Thank you for offering me a place to voice my opinion.

Support Designers

solange


Solange Cerveau: I've been ripped, copybotted, copied at least a dozen or more times. Pieces of outfits, entire outfits, you name it. It hurts like hell in a way the thieves probably don't even understand. Each time it makes me a little more jaded, a little more cynical and, while I try to not let it affect me and my creativity, in the end it does and I'm less productive.

What I don't want to see is to have all the different ideas on how to make a statement or protest drive us apart, because we are really all working towards the same goal. Don't let the disagreements on how best to protest drive a wedge between us. Let's celebrate the idea that we ARE all of one mind on this, no matter how what manner of protest we choose. Support original content in SL.


kala


Kala Bijoux: Second Life content creation is my job. No, it does not pay terribly well. No, there are no health benefits. But I get to work at this part time and spend more time with my kid than I might be able to otherwise. AND I get to create things and make things, which I LOVE. I always have about 400 million more ideas than I have time to do. (Which doesn't even count the projects I've started and never finished.)

Content theft hurts content creators. Not only the lost sales revenue, but the time it takes to deal with the theft and file the DCMA and open tickets with LL and then sometimes they still have to do that ALL over again to get the stuff finally wiped. The best way to support content creators is to buy their legit stuff. And report to the original creator when you see them being ripped off.


fade


Fade Dana: I'll let Kala go first then I can copybot her answers.

Achariya Maktoum: Damn, you look so cool, Fade.

Achariya Maktoum copybots your look.

Fade Dana: Thanks, it's all stolen :D just kidding. Go Kala, i got my pen ready.

Support Designers

berry


Strawberry Singh: SL is not a game. The people behind these avatars have blood coursing through their veins, and real emotional and financial investments here. These are not just some pixels that you can easily rip off from. Being very ill with h1n1 for the past week and having to write out an informal will/letter to my family about contacting loved ones in my virtual life in case anything were to happen to me was incredibly surreal. But I realized that it needed to be done because the consideration and thought we put forth for the people in our RL should also be applied to the people in our SL. In RL thievery is punishable by law; people risk losing the luxury of freedom for committing such a crime. It's a shame that the long arm of the law does not yet reach to virtual worlds to hold low-life criminals who hide in Second Life accountable for their misdeeds. Thieves need to be stopped. I hope you will stand with me in support of legitimate content creators. ♥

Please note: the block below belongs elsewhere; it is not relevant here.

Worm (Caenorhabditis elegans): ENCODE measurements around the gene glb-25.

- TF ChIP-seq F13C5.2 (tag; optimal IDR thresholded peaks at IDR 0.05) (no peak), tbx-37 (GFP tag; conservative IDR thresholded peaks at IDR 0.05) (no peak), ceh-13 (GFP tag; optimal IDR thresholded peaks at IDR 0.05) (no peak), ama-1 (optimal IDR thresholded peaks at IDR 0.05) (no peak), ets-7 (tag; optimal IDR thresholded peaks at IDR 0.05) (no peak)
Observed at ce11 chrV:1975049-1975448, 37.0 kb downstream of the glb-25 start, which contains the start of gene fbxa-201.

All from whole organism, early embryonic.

me


I'm happy to help out today to get people's voices heard, whether for or against the various movements. Please poke me if you have something to say, all views are welcome.

Support Designers

sarah


SarahTheRed Aurbierre: Intellectual property theft is far more personal than just stealing stuff like a like a lawnmower. It's more than just things; it's something you've created, but time and energy into, and invariably put pieces of your soul into. It's very personal, and very valuable. While it may be harder to track than physical objects, it still carries the same weight. Imagine what would happen to our society if we suddenly stopped creating art, or inventing technology.

Buying stuff seems the obvious answer to how to support content creators. However I think it goes further -- we also need to be aware of who creates what we wear and use. No, we don't have to be friends with everyone, but get to know their work, and recognize what makes it uniquely theirs, and why it has worth.


faery


Faery Sola: I've never been stolen from, but I put so much of myself into what I do, I'd be devastated to find my work ripped. Education is the only way to stop it. Appealing to peoples common decency & making theft in general, wether it be of peoples work or of software, socially unacceptable in SL.

Support Designers

sysy


SySy Chapman: I have never been copybotted on a large scale myself, but friends of mine did and I know the devastation it can bring. I think focussing on education and make people aware of whats going on, can actually bring us a long way. I applaud the initiative being taken today, but decided to focus on awareness and show support for ORIGINAL content. Achariya is doing a great job with that like this! For the rest, it's business as usual for me today.

Read more of her ideas here.

akasha


Akasha Divisadero: I support all the designers, but I am here today for a dear friend who is not a fashion designer. I support the ban and respect your decision as well. It pains my heart to know that she is constantly filing DMCAs. Time has shown that content theft has gotten worse, and my hope is that through education and awareness things will change for the better.

Support Designers

alianna